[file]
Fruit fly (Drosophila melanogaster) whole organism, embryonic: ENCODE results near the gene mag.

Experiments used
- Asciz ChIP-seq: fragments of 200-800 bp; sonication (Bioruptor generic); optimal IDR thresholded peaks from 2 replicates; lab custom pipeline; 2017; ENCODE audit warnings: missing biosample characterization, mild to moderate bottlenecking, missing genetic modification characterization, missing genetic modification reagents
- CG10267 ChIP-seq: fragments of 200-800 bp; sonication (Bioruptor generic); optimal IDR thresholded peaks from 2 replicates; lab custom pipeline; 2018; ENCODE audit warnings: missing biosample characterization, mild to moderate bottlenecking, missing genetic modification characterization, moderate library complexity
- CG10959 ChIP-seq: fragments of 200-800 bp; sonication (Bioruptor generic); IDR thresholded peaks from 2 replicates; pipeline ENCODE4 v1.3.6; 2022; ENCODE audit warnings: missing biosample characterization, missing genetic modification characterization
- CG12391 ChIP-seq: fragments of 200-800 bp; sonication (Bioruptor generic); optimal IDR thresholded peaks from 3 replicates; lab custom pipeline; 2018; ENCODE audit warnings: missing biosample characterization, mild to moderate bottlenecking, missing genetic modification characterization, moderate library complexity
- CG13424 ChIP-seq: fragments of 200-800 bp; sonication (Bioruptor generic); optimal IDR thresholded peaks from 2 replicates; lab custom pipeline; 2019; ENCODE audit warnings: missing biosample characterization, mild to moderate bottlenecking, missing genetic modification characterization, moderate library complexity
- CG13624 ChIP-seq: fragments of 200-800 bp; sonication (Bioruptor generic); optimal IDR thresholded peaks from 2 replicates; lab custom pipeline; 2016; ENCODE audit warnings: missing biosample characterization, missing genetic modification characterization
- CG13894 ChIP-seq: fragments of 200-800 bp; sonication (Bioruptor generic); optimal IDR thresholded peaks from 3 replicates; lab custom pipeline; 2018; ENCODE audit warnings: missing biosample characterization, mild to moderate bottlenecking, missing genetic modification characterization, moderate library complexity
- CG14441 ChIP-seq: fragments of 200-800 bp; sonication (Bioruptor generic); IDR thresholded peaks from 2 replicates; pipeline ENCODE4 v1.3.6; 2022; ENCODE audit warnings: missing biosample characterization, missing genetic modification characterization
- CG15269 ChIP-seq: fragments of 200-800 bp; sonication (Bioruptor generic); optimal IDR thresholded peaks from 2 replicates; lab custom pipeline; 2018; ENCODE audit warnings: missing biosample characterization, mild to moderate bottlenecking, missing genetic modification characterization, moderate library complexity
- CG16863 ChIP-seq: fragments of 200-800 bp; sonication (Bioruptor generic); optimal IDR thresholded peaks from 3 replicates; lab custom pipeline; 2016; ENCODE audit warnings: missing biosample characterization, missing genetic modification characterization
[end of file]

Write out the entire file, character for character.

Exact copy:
Fruit fly (Drosophila melanogaster) whole organism, embryonic: ENCODE results near the gene mag.

Experiments used
- Asciz ChIP-seq: fragments of 200-800 bp; sonication (Bioruptor generic); optimal IDR thresholded peaks from 2 replicates; lab custom pipeline; 2017; ENCODE audit warnings: missing biosample characterization, mild to moderate bottlenecking, missing genetic modification characterization, missing genetic modification reagents
- CG10267 ChIP-seq: fragments of 200-800 bp; sonication (Bioruptor generic); optimal IDR thresholded peaks from 2 replicates; lab custom pipeline; 2018; ENCODE audit warnings: missing biosample characterization, mild to moderate bottlenecking, missing genetic modification characterization, moderate library complexity
- CG10959 ChIP-seq: fragments of 200-800 bp; sonication (Bioruptor generic); IDR thresholded peaks from 2 replicates; pipeline ENCODE4 v1.3.6; 2022; ENCODE audit warnings: missing biosample characterization, missing genetic modification characterization
- CG12391 ChIP-seq: fragments of 200-800 bp; sonication (Bioruptor generic); optimal IDR thresholded peaks from 3 replicates; lab custom pipeline; 2018; ENCODE audit warnings: missing biosample characterization, mild to moderate bottlenecking, missing genetic modification characterization, moderate library complexity
- CG13424 ChIP-seq: fragments of 200-800 bp; sonication (Bioruptor generic); optimal IDR thresholded peaks from 2 replicates; lab custom pipeline; 2019; ENCODE audit warnings: missing biosample characterization, mild to moderate bottlenecking, missing genetic modification characterization, moderate library complexity
- CG13624 ChIP-seq: fragments of 200-800 bp; sonication (Bioruptor generic); optimal IDR thresholded peaks from 2 replicates; lab custom pipeline; 2016; ENCODE audit warnings: missing biosample characterization, missing genetic modification characterization
- CG13894 ChIP-seq: fragments of 200-800 bp; sonication (Bioruptor generic); optimal IDR thresholded peaks from 3 replicates; lab custom pipeline; 2018; ENCODE audit warnings: missing biosample characterization, mild to moderate bottlenecking, missing genetic modification characterization, moderate library complexity
- CG14441 ChIP-seq: fragments of 200-800 bp; sonication (Bioruptor generic); IDR thresholded peaks from 2 replicates; pipeline ENCODE4 v1.3.6; 2022; ENCODE audit warnings: missing biosample characterization, missing genetic modification characterization
- CG15269 ChIP-seq: fragments of 200-800 bp; sonication (Bioruptor generic); optimal IDR thresholded peaks from 2 replicates; lab custom pipeline; 2018; ENCODE audit warnings: missing biosample characterization, mild to moderate bottlenecking, missing genetic modification characterization, moderate library complexity
- CG16863 ChIP-seq: fragments of 200-800 bp; sonication (Bioruptor generic); optimal IDR thresholded peaks from 3 replicates; lab custom pipeline; 2016; ENCODE audit warnings: missing biosample characterization, missing genetic modification characterization